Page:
Do the Megachurches have Evangelism right – and do we?

It has to be acknowledged that the megachurches in particular focus on bringing people to Christ, in the manner that they feel is most effective. Whether their methods or gospel are truly effective, is another debate. But surely all Christians, whatever form of church they participate in, desire others to also be saved through faith in Jesus Christ.

Here is a quote regarding personal evangelism – a popular term 20 years ago. Is personal evangelism a dying art? Is it even necessary? Is it effective?

It seems as if personal evangelism is a dying art. Fewer of us are taking our faith beyond familiar circles of friends and family. Witnessing has become intrusive in a culture that demands tolerance and diversity. Knocking on doors is illegal in most neighborhoods. “Soul-winning” is an outdated term. Polls show that few Christians today have ever led a person to faith in Christ.

As our society has become more secular, our faith has become more timid. It is no longer cool to declare Jesus is the only way. So we don’t say it—we just hope people will figure out our message by listening to our music or by wandering into our churches at an odd hour on Sunday mornings.

I am especially disturbed that personal evangelism has lost its importance among those of us who call ourselves Pentecostal or charismatic. Many of our best evangelists have also passed into glory or are getting feeble. Yet when I look at the younger generation, it seems many leaders are focused on the inside of the church rather than the harvest fields.

Please don’t misunderstand me. I know we need prophecies, visions, dreams and spiritual experiences. We also need solid Bible teaching, powerful exhortation and the inspiration that comes from praise and worship. But it seems today our focus has turned totally inward. The church is ministering to the church. The pastor is preaching to the choir. And our message isn’t reaching beyond the vestibule.

When Jesus began His earthly ministry, He read from the book of Isaiah about the promise of the Holy Spirit. The passage in Isaiah 61:1 says: “The Spirit of the Lord God is upon me, because the Lord has anointed me to bring good news to the afflicted …” (NASB emphasis added).

This verse, which so dramatically captures the essence of Jesus’ ministry and ours, clearly lists evangelism as His priority. The Holy Spirit’s anointing does a lot of things—but we are told here that He clothes us with divine power so we can announce good news. In other words, we are not anointed simply to prophesy, receive revelations, experience spiritual goose bumps, shake, quake, rattle, roll, shout, raise hands, take offerings, receive offerings or obtain blessings and breakthroughs. All those things are great, but if we have them without evangelism then our faith becomes inverted and self-absorbed.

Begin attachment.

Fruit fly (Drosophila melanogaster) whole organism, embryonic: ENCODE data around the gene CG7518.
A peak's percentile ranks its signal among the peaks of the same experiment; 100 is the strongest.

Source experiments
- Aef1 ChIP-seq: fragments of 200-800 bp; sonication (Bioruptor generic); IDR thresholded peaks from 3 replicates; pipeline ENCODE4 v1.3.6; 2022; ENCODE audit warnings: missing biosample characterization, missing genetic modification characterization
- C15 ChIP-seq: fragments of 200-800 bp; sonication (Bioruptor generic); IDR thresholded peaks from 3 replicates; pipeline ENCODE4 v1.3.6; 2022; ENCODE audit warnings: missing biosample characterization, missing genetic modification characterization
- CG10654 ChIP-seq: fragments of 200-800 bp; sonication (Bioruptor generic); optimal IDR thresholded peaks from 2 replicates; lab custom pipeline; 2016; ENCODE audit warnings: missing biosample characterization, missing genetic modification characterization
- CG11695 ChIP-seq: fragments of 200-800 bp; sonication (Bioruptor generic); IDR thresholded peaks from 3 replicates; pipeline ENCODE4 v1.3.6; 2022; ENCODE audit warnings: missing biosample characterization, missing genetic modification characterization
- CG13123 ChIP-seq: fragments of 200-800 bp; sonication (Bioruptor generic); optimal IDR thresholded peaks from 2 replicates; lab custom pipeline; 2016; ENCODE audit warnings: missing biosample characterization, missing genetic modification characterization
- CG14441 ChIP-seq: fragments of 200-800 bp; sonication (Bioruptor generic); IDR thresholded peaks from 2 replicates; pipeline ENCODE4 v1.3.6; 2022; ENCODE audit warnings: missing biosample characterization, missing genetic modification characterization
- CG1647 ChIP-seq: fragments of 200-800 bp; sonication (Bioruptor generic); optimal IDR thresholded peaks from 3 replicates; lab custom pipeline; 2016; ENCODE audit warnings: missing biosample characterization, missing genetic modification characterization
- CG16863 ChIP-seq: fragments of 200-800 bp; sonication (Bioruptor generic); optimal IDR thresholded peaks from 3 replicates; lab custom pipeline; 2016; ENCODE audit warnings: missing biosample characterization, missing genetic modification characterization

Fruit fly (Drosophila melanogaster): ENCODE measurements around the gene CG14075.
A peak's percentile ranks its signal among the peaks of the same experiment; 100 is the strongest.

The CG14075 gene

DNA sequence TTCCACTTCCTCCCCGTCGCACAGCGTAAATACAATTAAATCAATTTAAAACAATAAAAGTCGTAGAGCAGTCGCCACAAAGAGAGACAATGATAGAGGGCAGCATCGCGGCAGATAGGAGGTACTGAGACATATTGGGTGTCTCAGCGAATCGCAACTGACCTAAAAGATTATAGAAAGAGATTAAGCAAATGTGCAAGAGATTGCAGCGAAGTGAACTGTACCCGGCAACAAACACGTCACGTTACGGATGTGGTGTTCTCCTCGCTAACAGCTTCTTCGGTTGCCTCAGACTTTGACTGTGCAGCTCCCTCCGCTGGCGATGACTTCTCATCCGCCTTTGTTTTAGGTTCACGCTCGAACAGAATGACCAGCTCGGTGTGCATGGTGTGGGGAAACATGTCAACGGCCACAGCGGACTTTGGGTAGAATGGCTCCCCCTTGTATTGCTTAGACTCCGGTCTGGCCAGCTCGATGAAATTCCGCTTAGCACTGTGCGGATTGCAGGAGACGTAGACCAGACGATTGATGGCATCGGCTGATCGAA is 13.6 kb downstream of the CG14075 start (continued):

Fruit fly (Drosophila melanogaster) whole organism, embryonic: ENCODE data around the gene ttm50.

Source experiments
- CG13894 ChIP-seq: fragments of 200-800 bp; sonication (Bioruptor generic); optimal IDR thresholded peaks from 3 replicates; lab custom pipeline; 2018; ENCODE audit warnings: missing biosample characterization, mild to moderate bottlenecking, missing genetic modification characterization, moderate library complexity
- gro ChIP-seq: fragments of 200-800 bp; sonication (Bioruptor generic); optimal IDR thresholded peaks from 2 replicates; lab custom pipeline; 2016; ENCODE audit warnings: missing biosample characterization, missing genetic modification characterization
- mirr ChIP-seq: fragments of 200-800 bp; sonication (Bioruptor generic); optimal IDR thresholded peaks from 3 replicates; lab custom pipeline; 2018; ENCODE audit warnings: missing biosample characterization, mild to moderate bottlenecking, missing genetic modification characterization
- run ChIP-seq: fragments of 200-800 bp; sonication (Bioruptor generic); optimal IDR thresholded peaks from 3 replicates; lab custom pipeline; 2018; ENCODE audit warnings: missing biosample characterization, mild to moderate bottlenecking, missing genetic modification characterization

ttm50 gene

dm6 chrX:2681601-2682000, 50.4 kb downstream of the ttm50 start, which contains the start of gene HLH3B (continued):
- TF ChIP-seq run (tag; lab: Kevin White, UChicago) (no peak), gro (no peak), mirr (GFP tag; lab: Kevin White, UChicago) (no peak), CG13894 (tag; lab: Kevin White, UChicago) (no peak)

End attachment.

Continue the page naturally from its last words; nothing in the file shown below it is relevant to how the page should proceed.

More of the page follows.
I’ve been in some great charismatic meetings where everyone falls on the floor at the altar. Some get up and go back for more anointing. In fact, we are known to pray: “More! Lord, give them more fire!” Then the people swoon again, roll around and act drunk. And they come back three more nights to have hands laid on them again.

We’ve become like actors in a perpetual dress rehearsal in which we repeat our lines over and over but never actually perform for an audience.What good is the anointing if we just wallow and splash in it like hungry hogs at a slop trough? I love the anointing as much as the next person. But when will we actually open our mouths and use it to preach to unbelievers? I want to stand up and scream, “Get off the floor and do something with this power!”

By J Lee Grady, Author of ‘Charisma’ magazine, and republished here.

Are we all to reach our friends and family, and beyond to strangers? It can seem offensive, but is it something we are all called to do? If so, what is the best way to go about it?